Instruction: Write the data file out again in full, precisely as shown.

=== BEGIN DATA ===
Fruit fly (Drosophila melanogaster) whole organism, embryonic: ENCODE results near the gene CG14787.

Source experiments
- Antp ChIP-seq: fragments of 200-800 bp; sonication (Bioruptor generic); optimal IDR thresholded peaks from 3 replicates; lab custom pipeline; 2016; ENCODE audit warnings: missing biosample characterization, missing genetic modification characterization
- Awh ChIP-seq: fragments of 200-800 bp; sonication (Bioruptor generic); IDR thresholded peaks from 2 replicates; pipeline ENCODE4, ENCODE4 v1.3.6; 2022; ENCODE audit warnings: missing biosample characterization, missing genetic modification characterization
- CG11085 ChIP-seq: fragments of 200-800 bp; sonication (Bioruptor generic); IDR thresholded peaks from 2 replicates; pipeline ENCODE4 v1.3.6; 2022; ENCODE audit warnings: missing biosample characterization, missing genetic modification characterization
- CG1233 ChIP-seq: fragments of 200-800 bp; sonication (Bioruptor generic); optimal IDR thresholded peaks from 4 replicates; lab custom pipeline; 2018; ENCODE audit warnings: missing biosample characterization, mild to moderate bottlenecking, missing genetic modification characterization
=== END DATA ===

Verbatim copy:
Fruit fly (Drosophila melanogaster) whole organism, embryonic: ENCODE results near the gene CG14787.

Source experiments
- Antp ChIP-seq: fragments of 200-800 bp; sonication (Bioruptor generic); optimal IDR thresholded peaks from 3 replicates; lab custom pipeline; 2016; ENCODE audit warnings: missing biosample characterization, missing genetic modification characterization
- Awh ChIP-seq: fragments of 200-800 bp; sonication (Bioruptor generic); IDR thresholded peaks from 2 replicates; pipeline ENCODE4, ENCODE4 v1.3.6; 2022; ENCODE audit warnings: missing biosample characterization, missing genetic modification characterization
- CG11085 ChIP-seq: fragments of 200-800 bp; sonication (Bioruptor generic); IDR thresholded peaks from 2 replicates; pipeline ENCODE4 v1.3.6; 2022; ENCODE audit warnings: missing biosample characterization, missing genetic modification characterization
- CG1233 ChIP-seq: fragments of 200-800 bp; sonication (Bioruptor generic); optimal IDR thresholded peaks from 4 replicates; lab custom pipeline; 2018; ENCODE audit warnings: missing biosample characterization, mild to moderate bottlenecking, missing genetic modification characterization